Named Storm

Elizabeth Onusko
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Each phase of my childhood was marked by 
the death of another child,
but my parents didn’t worry much,
and I spent summer afternoons 
nowhere to be found. 
It was the most useful thing I’d taught myself, 
to move through life unnoticed. 
I could put authority figures at ease,
make myself small enough 
on busses and planes, 
disappear into crowds 
when a man trailed me down the street 
or around the mall. 
Once my family, returning from vacation, 
drove for hours through the eye 
of a category-two hurricane,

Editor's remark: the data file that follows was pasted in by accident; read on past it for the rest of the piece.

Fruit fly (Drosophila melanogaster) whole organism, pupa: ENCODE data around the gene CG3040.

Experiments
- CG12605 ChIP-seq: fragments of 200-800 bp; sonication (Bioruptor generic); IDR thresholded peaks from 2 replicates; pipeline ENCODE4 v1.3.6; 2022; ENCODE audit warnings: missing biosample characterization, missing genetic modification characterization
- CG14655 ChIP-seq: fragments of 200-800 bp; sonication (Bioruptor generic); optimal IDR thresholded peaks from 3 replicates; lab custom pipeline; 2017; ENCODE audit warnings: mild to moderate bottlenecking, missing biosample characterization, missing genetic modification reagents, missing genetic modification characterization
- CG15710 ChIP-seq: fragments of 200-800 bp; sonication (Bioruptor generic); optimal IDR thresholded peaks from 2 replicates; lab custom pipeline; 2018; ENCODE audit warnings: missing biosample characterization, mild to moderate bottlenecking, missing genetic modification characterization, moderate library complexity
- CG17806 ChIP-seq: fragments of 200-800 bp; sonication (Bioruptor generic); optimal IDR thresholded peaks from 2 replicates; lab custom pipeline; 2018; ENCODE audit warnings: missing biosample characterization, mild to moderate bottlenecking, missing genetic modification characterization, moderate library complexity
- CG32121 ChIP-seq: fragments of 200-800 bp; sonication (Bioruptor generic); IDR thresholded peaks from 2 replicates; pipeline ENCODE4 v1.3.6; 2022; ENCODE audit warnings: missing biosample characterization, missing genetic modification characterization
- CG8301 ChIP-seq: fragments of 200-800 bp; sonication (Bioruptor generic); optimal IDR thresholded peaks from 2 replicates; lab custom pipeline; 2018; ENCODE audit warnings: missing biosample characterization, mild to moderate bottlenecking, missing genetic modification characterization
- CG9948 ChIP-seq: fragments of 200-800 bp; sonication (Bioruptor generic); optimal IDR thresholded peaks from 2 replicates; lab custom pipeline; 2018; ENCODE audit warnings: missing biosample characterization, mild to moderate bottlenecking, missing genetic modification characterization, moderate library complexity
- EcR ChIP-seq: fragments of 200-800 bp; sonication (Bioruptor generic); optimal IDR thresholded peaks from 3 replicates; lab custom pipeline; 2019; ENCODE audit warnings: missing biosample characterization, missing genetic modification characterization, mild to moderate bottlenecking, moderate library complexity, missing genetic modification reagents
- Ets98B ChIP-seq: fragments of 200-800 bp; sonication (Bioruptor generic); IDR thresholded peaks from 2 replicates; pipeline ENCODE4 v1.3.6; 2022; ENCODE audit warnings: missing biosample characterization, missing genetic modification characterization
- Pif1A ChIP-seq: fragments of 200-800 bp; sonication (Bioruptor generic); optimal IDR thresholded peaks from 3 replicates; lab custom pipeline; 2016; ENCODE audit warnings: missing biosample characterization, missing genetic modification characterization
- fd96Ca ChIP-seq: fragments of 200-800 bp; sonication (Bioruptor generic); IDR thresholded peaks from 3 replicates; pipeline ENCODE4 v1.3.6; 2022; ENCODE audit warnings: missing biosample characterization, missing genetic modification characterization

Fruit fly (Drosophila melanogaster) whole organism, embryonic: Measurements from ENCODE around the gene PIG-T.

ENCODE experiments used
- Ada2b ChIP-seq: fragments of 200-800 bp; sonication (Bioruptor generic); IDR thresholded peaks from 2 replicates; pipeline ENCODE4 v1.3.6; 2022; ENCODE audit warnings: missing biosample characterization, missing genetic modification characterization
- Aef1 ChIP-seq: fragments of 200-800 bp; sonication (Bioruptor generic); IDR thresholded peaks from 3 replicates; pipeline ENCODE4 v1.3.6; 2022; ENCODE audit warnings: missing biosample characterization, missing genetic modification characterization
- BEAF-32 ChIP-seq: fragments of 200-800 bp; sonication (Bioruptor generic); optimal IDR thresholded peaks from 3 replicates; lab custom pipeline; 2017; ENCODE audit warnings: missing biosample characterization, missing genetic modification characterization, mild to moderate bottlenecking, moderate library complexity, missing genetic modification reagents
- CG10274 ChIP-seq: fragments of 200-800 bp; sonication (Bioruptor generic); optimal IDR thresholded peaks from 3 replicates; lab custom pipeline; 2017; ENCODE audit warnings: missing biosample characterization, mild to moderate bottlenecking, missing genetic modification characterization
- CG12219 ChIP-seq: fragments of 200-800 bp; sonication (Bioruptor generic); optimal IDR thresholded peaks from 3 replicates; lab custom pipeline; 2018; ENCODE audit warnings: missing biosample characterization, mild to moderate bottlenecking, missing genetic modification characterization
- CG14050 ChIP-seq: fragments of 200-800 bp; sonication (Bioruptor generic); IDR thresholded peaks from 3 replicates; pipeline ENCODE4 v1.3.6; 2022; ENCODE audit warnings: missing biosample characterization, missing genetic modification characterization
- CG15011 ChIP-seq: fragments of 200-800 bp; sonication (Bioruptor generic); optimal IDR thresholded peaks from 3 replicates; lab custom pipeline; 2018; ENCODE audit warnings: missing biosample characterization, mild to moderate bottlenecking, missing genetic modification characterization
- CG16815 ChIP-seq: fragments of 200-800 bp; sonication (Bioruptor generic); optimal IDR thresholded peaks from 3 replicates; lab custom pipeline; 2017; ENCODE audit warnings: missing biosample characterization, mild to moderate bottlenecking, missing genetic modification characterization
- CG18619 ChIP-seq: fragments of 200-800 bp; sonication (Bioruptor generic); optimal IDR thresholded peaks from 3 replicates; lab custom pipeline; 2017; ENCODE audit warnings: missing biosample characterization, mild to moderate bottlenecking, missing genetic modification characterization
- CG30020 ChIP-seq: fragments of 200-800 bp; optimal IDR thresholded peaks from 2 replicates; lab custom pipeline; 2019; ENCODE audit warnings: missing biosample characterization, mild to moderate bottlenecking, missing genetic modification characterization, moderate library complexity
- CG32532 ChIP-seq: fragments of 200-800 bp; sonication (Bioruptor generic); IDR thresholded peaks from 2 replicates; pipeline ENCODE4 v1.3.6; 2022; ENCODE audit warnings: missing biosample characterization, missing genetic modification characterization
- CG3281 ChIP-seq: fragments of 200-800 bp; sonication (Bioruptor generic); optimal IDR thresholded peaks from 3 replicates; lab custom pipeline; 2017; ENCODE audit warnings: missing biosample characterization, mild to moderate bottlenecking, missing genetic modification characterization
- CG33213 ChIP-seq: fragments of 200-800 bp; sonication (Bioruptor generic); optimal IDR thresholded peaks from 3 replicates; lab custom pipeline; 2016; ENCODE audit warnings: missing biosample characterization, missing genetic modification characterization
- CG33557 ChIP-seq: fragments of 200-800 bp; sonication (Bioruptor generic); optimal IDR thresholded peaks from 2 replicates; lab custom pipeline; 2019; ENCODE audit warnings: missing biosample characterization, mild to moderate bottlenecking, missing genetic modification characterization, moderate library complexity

and its otherworldly calm 
lured me into relaxing
though the strongest part of the storm circled us. 
I remember its name: Bob. 
Generic and unthreatening.
It caused more than a billion dollars in damage.
The following month, 
a woman sat alone at a table
facing the Senate Judiciary Committee 
and spoke into a microphone
about the way her boss had treated her.
I learned what it was called
so when, years later, an interviewer 
groped my thigh, and a coworker 
slapped my butt, and a manager 
assigned me a new project
while staring at my breasts, 
at least I had a name 
for what they did to me,
and I thank her for that, for her voice, 
which, the moment I heard, 
I trusted.

This poem is supported in part by the National Endowment for the Arts.

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